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The Gender Mosaic Questionnaire (GMQ) / Prof. Daphna Joel The Gender Mosaic Questionnaire (GMQ) / Prof. Daphna Joel
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The Gender Mosaic Questionnaire / Prof. Daphna Joel

The Gender Mosaic Questionnaire (GMQ) / Prof. Daphna Joel

The aim of the Gender Mosaic Questionnaire is to enable people to discover their own unique gender mosaic* – that is, their unique mix of feminine (more common in women compared to men), neutral (similarly common in women and men), and masculine (more common in men compared to women) characteristics. (To learn more about the gender mosaic concept, click here).

When constructing this questionnaire, we relied mainly on information about gender differences in US samples. The questionnaire includes psychological variables that were found in such samples to show large average differences between women and men (to learn how the size of a difference is estimated, read Gender Differences in Psychology). These variables include job and leisure-time preferences; gender identity as a woman and as a man; self-ascribed femininity and masculinity; sexual preferences and behaviors; partner preferences; and aggression-related measures. However, not all of these variables show large gender differences in other cultures, and some don’t show a large gender difference in our own US sample (the latter reflecting the change in gender norms across time). Therefore, feminine and masculine scores were defined, as descried below, only for variables showing at least a medium gender difference (Cohen’s d > 0.5). For the other variables, all scores were considered gender-neutral.

Five ranges of scores were defined for each variable: highly feminine (which appears as red in your personal mosaic, see figure), slightly feminine (pink), neutral (yellow), slightly masculine (light blue), and highly masculine (blue). To learn how we defined each of the five, let’s have a look at the answers that 1,500 men (green) and women (yellow) in the US sample gave to the question, “How much would you enjoy being a costume designer?” Their response options ranged from “Strongly dislike” (1) to “Strongly like” (7).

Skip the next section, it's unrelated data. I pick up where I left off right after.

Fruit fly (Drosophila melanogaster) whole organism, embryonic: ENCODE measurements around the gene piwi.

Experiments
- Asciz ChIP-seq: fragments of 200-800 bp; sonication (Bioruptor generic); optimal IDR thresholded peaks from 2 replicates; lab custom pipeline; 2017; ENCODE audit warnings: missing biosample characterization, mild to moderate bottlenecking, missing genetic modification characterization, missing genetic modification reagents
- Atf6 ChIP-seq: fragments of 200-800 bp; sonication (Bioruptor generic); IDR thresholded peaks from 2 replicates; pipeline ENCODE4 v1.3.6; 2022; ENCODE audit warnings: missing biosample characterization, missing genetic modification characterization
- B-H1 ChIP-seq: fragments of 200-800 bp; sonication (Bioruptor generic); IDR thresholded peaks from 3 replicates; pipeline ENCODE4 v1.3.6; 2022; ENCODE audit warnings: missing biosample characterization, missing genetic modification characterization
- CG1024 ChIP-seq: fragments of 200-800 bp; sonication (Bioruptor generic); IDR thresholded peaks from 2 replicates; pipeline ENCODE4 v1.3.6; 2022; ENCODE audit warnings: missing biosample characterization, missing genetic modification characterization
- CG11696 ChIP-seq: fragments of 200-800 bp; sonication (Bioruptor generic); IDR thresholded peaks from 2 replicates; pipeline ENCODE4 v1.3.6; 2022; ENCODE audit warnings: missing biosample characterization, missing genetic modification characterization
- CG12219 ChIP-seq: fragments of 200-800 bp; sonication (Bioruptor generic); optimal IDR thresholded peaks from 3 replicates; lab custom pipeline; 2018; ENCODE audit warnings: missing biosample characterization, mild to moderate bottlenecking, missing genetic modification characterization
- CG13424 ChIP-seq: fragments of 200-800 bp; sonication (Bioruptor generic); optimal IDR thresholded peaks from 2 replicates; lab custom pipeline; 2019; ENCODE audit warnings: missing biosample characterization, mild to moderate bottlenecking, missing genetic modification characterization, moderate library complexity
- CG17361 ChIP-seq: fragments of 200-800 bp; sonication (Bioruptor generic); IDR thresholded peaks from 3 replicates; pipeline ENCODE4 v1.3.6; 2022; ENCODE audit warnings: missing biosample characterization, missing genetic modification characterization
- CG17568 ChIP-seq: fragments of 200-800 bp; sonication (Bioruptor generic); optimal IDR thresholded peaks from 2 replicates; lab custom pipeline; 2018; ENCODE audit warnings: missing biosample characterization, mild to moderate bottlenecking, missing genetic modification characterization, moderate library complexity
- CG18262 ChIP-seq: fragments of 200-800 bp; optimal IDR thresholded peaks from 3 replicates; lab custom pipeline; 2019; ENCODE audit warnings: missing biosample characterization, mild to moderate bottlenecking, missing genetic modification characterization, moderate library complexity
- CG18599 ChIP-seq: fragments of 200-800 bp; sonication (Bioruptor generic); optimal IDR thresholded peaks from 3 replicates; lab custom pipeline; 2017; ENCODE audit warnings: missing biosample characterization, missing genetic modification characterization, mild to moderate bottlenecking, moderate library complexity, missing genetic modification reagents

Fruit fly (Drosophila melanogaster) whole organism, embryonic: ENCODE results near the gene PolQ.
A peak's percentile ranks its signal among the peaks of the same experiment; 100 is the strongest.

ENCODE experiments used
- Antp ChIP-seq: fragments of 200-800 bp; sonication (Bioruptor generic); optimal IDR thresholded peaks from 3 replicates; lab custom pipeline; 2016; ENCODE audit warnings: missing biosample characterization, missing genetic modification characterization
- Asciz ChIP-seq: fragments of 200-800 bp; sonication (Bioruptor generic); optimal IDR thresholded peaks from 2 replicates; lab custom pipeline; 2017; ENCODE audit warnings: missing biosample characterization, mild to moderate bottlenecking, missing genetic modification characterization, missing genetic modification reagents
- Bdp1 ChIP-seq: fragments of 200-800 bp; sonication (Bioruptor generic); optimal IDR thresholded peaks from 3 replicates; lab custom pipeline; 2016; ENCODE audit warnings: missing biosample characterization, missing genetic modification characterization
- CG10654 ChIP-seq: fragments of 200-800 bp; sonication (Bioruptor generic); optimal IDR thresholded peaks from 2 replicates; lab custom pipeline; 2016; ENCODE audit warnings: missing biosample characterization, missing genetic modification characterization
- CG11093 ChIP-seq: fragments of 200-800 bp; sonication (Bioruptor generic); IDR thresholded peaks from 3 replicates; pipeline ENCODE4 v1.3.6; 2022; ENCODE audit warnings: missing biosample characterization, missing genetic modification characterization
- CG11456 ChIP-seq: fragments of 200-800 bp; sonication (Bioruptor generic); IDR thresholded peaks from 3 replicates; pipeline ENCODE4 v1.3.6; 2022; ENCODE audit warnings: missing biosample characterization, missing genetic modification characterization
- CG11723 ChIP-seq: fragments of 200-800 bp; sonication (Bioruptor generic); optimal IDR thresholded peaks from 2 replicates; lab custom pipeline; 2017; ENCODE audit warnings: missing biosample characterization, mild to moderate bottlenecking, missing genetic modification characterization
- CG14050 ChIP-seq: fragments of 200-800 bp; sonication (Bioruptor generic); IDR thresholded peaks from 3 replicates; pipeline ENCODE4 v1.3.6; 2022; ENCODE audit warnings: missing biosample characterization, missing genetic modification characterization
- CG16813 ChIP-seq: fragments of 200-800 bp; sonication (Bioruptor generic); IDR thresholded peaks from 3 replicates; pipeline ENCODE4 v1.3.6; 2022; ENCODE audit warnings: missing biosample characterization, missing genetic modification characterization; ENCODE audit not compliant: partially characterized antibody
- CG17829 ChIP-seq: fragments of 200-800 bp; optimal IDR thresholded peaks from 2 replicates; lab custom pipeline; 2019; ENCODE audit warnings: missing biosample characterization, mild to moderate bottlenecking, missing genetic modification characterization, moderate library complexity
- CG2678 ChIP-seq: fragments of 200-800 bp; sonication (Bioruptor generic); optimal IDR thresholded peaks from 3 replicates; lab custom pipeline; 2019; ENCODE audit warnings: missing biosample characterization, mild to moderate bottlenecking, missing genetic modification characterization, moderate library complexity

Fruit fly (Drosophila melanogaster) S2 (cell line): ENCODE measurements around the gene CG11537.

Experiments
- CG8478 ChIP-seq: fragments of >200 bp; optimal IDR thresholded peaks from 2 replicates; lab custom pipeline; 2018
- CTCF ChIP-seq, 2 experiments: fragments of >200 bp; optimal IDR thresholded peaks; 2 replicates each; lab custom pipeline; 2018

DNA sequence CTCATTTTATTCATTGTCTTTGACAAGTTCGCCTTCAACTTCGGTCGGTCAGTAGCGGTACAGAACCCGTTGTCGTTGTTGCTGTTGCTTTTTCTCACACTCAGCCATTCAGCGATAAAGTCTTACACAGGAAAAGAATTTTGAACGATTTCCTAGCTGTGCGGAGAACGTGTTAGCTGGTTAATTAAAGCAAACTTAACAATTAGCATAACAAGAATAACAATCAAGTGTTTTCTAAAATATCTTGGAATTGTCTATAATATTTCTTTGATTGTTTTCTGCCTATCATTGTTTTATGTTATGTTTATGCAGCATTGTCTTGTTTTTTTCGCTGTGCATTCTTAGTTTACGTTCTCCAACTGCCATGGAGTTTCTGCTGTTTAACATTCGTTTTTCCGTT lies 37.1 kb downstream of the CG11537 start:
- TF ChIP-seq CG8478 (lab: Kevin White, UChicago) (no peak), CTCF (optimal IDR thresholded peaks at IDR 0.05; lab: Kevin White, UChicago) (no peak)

We started out by identifying the Neutral zone of scores: scores 3 and 4 in the figure below. These are the scores for which the percent of female and male respondents is very similar.
The masculine and feminine regions are below and above the Neutral zone, respectively. To divide each of them into “Highly masculine/feminine” and “Slightly masculine/feminine,” we used the following rule:
Starting from the lowest possible score, the “Highly masculine” range of scores comprises the scores that were cumulatively selected by approximately 33% of men (score 1 in the example). The remaining ones comprise the “Slightly masculine” range of scores (score 2 in the example).
Similarly, starting from the highest possible score, the “Highly feminine” range of scores comprises the scores that were cumulatively selected by approximately 33% of women (scores 6 and 7 in the example). The remaining ones comprise the “Slightly feminine” range of scores (score 5 in the example).

Clearly, what’s feminine and what’s masculine varies from one culture to another, which means that whether there is a gender difference, how large it is, and which scores would be considered feminine and which masculine, would differ in different cultures. (To learn more about how gender differences vary by culture, check out Cultural Differences in What’s Feminine and What’s Masculine.) In the default output of the questionnaire, feminine and masculine scores are defined according to the US sample.

After you complete the questionnaire, the software compares your scores on each variable to a table that has the five ranges of scores, and creates your personal gender mosaic in comparison to the US sample. For example, if you chose a relatively high score, say, 5, to the question, “How much would you enjoy being a costume designer?”, the corresponding square in your mosaic would be pink (slightly feminine); if, on the other hand, you chose the lowest score, 1, the square would be blue (highly masculine); and if you chose an intermediate score, say, 4, the square would be yellow (gender neutral). The squares representing all the variables with a gender difference smaller than 0.5 in the US sample, would also be yellow.

Next, you can watch your mosaic using definitions of femininity and masculinity according to additional reference groups, some gathered in advance (for example, representative samples from the UK, Israel, South Korea, and Japan), and others that we keep creating on an ongoing basis from respondents filling out the questionnaire on this website (for example, people 18-26 years old). If you now choose a different reference group, the software will compare your scores to a different table, containing the five ranges of scores for each variable computed according to your choice of reference group. Because gender differences may vary across cultures, some of the squares in your personal gender mosaic are likely to change their color, while others won’t.

You can then choose yet another reference group, and see how your personal mosaic changes again. You can repeat this as many times as you wish. And if you want, you can sign up (at the bottom of the page) to receive our updates, and we’ll let you know when new reference groups become available (just make sure you keep the code you receive when you finish filling out the questionnaire).

*The Gender mosaic visualization concept & design were created by Noa Simcha as a part of the Data Visualization course led by Roni Levit, 2020, at the Bezalel Academy of Arts and Design‎, Jerusalem, Israel.

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